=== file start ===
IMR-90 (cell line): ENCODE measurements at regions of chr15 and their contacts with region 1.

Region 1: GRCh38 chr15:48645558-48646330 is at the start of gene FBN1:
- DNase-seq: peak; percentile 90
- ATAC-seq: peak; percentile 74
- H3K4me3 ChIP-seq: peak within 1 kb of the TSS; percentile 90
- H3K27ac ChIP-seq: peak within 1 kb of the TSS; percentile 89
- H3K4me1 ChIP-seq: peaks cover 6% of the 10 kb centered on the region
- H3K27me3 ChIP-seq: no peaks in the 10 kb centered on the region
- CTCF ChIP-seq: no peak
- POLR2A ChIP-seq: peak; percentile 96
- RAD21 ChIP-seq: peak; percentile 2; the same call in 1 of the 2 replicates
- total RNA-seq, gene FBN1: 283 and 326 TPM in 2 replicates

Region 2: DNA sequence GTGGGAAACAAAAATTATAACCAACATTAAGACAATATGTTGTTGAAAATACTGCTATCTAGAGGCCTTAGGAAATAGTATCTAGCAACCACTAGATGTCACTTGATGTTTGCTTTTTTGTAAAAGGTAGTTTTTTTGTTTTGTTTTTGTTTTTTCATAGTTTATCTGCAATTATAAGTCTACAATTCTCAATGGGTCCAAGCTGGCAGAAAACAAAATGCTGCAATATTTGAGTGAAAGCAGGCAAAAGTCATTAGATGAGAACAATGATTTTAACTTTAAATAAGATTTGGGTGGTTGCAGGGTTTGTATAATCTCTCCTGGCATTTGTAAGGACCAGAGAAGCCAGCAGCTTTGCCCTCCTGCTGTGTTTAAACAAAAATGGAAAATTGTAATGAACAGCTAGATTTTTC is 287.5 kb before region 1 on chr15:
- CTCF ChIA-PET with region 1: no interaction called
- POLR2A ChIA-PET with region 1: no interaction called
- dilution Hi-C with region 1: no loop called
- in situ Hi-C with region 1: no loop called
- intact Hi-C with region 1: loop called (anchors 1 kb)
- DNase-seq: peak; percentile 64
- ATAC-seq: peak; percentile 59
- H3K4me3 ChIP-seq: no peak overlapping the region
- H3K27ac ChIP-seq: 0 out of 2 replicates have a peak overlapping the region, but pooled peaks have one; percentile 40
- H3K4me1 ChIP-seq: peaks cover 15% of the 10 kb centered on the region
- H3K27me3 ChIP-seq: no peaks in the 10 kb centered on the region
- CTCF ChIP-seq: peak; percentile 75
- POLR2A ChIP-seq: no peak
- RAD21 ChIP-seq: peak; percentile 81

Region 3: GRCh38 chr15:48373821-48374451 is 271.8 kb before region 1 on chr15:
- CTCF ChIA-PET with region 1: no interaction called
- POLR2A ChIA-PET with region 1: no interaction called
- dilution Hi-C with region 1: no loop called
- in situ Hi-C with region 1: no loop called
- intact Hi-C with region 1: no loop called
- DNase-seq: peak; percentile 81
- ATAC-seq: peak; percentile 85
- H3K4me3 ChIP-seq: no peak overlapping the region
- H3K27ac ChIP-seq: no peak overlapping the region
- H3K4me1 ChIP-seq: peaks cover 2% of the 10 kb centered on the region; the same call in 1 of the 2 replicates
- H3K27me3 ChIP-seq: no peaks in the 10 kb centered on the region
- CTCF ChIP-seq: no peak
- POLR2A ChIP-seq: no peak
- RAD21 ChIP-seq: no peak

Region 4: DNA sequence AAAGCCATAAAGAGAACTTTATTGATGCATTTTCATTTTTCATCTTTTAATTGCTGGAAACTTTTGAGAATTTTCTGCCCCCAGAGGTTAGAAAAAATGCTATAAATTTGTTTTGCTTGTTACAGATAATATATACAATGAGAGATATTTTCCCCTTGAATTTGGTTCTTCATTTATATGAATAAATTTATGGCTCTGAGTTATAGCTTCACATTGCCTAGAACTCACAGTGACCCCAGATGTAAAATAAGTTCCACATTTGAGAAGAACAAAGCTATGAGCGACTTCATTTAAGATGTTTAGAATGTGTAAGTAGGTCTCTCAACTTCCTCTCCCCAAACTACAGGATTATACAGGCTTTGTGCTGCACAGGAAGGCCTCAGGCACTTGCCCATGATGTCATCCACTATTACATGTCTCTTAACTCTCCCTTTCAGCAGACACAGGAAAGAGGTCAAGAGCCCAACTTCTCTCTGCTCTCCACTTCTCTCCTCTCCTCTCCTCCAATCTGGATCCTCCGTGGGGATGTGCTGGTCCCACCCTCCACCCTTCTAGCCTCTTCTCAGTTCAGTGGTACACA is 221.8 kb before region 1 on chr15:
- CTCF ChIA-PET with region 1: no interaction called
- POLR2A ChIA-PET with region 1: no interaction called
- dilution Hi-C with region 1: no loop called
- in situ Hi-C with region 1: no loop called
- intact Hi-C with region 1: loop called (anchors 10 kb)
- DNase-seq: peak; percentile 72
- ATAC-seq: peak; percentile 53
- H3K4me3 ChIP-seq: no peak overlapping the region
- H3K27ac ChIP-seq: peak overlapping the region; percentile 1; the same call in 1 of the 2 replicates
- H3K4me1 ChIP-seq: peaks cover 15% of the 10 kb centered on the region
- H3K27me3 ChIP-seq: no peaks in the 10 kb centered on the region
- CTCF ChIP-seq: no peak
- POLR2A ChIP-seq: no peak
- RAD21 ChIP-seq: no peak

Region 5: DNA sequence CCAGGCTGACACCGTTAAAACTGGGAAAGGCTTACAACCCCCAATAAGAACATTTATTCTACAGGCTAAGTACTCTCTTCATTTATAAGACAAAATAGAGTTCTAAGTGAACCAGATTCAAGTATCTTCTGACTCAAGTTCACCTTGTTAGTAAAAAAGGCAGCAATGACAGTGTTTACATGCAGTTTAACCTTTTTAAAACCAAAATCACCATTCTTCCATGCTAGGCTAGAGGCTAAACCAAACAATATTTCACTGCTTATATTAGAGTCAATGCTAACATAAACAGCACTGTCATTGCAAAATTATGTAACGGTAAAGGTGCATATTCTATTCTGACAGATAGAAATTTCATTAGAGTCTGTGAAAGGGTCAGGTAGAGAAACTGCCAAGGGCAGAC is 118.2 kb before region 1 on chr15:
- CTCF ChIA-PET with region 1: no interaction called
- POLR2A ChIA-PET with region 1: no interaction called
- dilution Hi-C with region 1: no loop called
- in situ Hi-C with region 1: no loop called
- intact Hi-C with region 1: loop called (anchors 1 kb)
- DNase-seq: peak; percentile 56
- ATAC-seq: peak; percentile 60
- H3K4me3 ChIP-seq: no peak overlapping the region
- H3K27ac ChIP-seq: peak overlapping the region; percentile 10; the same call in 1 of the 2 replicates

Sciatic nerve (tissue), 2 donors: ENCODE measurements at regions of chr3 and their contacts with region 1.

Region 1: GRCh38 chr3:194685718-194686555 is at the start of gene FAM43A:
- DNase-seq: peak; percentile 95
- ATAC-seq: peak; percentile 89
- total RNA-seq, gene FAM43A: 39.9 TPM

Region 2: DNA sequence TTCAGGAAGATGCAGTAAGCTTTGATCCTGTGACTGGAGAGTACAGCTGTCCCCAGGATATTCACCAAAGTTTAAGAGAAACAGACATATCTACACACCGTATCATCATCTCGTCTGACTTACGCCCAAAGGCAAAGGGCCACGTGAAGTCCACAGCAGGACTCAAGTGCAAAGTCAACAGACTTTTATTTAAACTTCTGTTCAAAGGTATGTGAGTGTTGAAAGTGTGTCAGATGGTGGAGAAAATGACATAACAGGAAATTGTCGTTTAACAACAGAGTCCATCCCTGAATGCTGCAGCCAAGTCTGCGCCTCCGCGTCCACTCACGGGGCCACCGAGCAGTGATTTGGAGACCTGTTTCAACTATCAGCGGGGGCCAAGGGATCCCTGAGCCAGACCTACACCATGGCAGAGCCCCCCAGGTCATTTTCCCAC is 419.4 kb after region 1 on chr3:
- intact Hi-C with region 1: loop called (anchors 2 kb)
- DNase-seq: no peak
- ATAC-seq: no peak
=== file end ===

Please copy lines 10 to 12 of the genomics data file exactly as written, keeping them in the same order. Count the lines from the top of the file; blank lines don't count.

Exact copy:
- POLR2A ChIP-seq: peak; percentile 96
- RAD21 ChIP-seq: peak; percentile 2; the same call in 1 of the 2 replicates
- total RNA-seq, gene FBN1: 283 and 326 TPM in 2 replicates